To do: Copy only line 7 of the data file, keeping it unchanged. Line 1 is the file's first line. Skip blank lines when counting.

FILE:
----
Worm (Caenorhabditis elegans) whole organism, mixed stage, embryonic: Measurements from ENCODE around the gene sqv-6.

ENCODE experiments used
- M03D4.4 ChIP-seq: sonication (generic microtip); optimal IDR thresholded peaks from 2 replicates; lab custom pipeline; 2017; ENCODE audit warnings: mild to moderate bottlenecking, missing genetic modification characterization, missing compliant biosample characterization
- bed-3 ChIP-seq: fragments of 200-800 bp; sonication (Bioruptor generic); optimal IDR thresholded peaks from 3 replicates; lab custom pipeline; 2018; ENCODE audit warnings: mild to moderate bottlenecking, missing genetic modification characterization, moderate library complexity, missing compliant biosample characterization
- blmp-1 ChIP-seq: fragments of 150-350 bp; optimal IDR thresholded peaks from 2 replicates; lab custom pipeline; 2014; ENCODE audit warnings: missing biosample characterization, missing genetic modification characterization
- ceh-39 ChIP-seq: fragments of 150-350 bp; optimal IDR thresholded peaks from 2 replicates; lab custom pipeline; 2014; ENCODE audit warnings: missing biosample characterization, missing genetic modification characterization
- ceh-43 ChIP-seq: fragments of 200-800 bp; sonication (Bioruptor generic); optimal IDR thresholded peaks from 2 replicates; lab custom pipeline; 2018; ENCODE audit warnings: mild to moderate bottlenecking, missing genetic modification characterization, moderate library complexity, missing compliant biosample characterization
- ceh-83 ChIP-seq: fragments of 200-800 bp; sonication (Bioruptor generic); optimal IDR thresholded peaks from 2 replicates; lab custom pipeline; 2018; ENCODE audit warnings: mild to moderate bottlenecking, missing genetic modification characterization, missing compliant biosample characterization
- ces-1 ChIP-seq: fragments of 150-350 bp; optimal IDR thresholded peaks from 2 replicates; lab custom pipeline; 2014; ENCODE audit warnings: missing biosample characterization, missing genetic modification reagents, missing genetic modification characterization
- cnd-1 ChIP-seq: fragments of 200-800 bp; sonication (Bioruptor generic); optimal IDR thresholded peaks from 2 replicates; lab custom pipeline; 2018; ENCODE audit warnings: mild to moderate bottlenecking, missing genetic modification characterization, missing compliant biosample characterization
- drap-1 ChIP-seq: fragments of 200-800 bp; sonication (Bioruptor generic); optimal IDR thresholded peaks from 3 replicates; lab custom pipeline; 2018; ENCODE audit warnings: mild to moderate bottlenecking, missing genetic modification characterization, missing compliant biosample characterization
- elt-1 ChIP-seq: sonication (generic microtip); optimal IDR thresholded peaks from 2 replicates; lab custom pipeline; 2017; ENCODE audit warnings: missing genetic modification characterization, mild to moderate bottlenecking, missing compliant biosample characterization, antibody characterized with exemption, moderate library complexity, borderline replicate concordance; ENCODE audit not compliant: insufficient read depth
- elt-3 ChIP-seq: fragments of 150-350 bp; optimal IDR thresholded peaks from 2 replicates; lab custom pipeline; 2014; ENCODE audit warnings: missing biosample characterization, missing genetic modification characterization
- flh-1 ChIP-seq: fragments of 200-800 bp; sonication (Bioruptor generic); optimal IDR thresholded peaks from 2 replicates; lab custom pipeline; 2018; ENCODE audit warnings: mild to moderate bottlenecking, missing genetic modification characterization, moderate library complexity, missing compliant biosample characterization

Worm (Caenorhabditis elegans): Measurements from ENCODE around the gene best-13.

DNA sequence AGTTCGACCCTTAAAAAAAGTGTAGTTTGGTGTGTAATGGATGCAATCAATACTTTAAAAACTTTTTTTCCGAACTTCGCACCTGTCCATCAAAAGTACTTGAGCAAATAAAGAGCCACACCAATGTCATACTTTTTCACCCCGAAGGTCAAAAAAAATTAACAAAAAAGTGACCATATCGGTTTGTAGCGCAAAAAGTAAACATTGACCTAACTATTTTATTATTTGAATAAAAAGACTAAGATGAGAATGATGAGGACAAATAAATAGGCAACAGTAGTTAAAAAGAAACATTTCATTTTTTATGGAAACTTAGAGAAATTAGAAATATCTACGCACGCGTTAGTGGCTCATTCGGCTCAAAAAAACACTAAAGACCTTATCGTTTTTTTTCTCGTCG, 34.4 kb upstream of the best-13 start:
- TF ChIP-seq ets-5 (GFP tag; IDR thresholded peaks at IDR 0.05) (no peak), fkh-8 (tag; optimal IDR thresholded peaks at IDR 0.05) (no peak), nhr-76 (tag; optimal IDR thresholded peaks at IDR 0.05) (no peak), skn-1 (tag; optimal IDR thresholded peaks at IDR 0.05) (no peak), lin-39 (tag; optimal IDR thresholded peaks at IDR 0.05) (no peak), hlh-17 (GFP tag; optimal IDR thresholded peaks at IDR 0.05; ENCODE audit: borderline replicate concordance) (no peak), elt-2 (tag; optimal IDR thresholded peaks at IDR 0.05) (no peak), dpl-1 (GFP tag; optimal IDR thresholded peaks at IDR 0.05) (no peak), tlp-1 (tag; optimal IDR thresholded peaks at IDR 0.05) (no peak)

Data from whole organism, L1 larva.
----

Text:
- ceh-43 ChIP-seq: fragments of 200-800 bp; sonication (Bioruptor generic); optimal IDR thresholded peaks from 2 replicates; lab custom pipeline; 2018; ENCODE audit warnings: mild to moderate bottlenecking, missing genetic modification characterization, moderate library complexity, missing compliant biosample characterization